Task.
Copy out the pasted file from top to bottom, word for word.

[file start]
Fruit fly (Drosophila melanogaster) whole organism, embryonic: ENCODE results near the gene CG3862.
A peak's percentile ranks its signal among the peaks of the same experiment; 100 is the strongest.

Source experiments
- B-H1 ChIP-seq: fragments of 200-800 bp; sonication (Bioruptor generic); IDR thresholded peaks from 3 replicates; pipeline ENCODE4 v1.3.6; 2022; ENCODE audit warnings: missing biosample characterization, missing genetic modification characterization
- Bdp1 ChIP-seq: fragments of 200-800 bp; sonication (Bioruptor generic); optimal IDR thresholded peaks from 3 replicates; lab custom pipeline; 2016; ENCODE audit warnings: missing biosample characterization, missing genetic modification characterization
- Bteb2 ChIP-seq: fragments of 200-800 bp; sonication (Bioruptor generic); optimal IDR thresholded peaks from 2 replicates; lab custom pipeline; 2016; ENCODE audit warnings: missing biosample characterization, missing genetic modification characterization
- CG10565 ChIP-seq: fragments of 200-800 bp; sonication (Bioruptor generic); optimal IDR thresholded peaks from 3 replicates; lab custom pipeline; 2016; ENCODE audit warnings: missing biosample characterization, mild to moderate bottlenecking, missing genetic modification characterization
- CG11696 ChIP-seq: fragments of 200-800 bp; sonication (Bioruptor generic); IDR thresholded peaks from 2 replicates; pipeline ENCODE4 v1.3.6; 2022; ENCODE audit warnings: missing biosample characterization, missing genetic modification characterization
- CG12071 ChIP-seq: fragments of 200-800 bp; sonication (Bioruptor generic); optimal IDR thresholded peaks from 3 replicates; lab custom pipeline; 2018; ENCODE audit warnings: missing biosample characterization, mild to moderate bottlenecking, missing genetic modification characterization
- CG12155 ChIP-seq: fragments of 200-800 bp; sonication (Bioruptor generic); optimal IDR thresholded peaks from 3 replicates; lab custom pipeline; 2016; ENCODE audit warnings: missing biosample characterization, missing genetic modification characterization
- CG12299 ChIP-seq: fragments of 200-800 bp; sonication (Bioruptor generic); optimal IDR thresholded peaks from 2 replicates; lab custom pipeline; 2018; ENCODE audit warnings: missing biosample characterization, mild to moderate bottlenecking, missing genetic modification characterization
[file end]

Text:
Fruit fly (Drosophila melanogaster) whole organism, embryonic: ENCODE results near the gene CG3862.
A peak's percentile ranks its signal among the peaks of the same experiment; 100 is the strongest.

Source experiments
- B-H1 ChIP-seq: fragments of 200-800 bp; sonication (Bioruptor generic); IDR thresholded peaks from 3 replicates; pipeline ENCODE4 v1.3.6; 2022; ENCODE audit warnings: missing biosample characterization, missing genetic modification characterization
- Bdp1 ChIP-seq: fragments of 200-800 bp; sonication (Bioruptor generic); optimal IDR thresholded peaks from 3 replicates; lab custom pipeline; 2016; ENCODE audit warnings: missing biosample characterization, missing genetic modification characterization
- Bteb2 ChIP-seq: fragments of 200-800 bp; sonication (Bioruptor generic); optimal IDR thresholded peaks from 2 replicates; lab custom pipeline; 2016; ENCODE audit warnings: missing biosample characterization, missing genetic modification characterization
- CG10565 ChIP-seq: fragments of 200-800 bp; sonication (Bioruptor generic); optimal IDR thresholded peaks from 3 replicates; lab custom pipeline; 2016; ENCODE audit warnings: missing biosample characterization, mild to moderate bottlenecking, missing genetic modification characterization
- CG11696 ChIP-seq: fragments of 200-800 bp; sonication (Bioruptor generic); IDR thresholded peaks from 2 replicates; pipeline ENCODE4 v1.3.6; 2022; ENCODE audit warnings: missing biosample characterization, missing genetic modification characterization
- CG12071 ChIP-seq: fragments of 200-800 bp; sonication (Bioruptor generic); optimal IDR thresholded peaks from 3 replicates; lab custom pipeline; 2018; ENCODE audit warnings: missing biosample characterization, mild to moderate bottlenecking, missing genetic modification characterization
- CG12155 ChIP-seq: fragments of 200-800 bp; sonication (Bioruptor generic); optimal IDR thresholded peaks from 3 replicates; lab custom pipeline; 2016; ENCODE audit warnings: missing biosample characterization, missing genetic modification characterization
- CG12299 ChIP-seq: fragments of 200-800 bp; sonication (Bioruptor generic); optimal IDR thresholded peaks from 2 replicates; lab custom pipeline; 2018; ENCODE audit warnings: missing biosample characterization, mild to moderate bottlenecking, missing genetic modification characterization